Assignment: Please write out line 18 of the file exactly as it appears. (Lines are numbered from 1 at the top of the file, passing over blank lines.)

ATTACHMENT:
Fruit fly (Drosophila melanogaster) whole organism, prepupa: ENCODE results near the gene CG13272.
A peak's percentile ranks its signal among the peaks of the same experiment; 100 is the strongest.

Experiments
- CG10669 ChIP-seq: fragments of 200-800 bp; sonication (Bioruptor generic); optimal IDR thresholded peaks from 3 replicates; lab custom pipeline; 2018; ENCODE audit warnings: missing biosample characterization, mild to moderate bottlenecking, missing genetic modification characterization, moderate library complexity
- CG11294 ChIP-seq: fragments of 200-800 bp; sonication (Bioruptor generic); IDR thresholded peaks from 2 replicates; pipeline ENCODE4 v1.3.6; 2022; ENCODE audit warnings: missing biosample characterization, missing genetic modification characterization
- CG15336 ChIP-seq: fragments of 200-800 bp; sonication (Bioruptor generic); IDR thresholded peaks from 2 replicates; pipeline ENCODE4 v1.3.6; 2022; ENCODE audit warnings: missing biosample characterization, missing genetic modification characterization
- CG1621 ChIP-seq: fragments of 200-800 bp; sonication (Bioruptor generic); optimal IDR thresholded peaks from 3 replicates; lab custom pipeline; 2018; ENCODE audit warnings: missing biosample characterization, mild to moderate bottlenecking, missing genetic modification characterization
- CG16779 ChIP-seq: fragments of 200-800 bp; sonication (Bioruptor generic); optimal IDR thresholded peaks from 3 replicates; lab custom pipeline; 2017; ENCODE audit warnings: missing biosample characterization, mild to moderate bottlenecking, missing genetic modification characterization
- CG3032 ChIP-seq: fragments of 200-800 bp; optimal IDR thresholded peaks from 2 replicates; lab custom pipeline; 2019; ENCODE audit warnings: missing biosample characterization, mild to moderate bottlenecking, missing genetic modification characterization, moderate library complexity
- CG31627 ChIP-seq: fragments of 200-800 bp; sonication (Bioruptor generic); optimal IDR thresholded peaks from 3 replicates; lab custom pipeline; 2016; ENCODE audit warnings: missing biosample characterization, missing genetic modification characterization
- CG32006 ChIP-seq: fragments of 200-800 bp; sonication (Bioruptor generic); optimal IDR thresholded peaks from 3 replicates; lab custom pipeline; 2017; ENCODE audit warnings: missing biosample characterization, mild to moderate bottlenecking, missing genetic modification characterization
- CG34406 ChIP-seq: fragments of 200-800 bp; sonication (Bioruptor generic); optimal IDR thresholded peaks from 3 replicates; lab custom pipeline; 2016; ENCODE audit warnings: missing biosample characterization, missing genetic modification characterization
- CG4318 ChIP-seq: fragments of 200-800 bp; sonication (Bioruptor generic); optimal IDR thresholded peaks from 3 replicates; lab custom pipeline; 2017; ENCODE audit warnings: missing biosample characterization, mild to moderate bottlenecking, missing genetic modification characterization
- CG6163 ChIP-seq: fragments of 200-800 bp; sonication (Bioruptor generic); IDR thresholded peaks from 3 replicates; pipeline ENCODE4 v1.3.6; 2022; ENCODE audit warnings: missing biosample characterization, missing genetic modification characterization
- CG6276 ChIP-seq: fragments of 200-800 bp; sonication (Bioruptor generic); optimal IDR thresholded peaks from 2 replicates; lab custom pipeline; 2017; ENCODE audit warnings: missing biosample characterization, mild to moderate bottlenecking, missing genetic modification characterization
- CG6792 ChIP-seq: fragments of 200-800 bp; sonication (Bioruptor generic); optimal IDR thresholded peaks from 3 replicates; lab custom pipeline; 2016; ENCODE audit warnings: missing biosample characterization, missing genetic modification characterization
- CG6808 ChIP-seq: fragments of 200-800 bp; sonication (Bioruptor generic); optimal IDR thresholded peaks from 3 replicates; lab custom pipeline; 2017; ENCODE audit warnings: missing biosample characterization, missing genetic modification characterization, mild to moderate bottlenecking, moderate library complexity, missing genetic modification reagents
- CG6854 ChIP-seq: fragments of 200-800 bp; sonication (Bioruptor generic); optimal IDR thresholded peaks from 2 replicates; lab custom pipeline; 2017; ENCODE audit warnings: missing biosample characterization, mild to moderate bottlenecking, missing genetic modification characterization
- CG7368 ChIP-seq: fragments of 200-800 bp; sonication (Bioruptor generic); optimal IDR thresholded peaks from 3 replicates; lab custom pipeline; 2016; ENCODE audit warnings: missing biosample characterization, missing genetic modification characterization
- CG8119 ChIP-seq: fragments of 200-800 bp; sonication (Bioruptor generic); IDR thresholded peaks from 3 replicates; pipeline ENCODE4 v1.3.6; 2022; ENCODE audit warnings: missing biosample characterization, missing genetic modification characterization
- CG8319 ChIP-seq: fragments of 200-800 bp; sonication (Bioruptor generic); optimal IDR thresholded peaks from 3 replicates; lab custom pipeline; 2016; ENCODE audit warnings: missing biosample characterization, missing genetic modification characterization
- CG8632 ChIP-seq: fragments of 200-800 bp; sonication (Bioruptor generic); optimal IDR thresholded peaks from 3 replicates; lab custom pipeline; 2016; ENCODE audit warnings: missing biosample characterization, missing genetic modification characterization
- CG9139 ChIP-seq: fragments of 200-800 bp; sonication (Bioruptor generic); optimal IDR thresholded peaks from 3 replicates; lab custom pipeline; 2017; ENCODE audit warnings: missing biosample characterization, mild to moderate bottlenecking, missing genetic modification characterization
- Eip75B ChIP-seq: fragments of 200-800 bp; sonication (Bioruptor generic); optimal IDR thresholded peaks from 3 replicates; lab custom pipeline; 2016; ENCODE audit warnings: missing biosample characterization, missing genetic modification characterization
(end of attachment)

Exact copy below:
- CG6854 ChIP-seq: fragments of 200-800 bp; sonication (Bioruptor generic); optimal IDR thresholded peaks from 2 replicates; lab custom pipeline; 2017; ENCODE audit warnings: missing biosample characterization, mild to moderate bottlenecking, missing genetic modification characterization